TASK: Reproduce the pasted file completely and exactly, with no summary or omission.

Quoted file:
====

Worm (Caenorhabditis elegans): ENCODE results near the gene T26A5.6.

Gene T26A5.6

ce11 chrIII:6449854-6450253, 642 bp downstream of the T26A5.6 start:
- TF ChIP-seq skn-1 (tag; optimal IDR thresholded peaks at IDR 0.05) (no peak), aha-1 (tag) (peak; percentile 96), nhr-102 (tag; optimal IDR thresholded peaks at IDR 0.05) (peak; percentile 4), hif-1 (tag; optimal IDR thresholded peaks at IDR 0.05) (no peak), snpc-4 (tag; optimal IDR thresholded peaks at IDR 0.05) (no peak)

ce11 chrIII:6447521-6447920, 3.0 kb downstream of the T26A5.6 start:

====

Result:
Worm (Caenorhabditis elegans): ENCODE results near the gene T26A5.6.

Gene T26A5.6

ce11 chrIII:6449854-6450253, 642 bp downstream of the T26A5.6 start:
- TF ChIP-seq skn-1 (tag; optimal IDR thresholded peaks at IDR 0.05) (no peak), aha-1 (tag) (peak; percentile 96), nhr-102 (tag; optimal IDR thresholded peaks at IDR 0.05) (peak; percentile 4), hif-1 (tag; optimal IDR thresholded peaks at IDR 0.05) (no peak), snpc-4 (tag; optimal IDR thresholded peaks at IDR 0.05) (no peak)

ce11 chrIII:6447521-6447920, 3.0 kb downstream of the T26A5.6 start: